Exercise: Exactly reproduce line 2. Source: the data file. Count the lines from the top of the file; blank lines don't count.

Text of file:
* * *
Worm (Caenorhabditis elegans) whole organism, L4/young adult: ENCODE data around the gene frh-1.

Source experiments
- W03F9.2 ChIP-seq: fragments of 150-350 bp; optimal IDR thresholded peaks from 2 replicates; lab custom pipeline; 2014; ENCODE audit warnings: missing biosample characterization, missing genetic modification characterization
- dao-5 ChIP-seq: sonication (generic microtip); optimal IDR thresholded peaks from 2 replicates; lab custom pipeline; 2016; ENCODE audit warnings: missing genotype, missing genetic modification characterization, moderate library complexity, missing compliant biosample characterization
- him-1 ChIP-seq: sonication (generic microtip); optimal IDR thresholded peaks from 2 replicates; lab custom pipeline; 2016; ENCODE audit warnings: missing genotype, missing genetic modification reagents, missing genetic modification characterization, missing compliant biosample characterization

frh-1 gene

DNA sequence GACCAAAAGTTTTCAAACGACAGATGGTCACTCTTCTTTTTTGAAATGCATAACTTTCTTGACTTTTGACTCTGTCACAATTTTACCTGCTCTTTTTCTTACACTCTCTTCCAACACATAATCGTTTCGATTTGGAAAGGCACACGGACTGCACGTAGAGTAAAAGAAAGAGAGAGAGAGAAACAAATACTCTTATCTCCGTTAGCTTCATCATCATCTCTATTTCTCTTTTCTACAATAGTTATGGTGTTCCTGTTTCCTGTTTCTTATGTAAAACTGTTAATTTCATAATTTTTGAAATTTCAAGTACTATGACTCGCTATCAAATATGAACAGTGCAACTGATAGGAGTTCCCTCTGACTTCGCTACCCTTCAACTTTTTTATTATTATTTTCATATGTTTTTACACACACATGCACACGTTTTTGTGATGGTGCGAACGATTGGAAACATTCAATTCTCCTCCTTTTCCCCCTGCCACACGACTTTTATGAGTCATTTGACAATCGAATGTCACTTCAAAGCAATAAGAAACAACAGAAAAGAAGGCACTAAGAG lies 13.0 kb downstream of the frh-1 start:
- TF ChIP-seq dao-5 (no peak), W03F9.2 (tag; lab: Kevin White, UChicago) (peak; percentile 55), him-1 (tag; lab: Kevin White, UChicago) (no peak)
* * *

Source experiments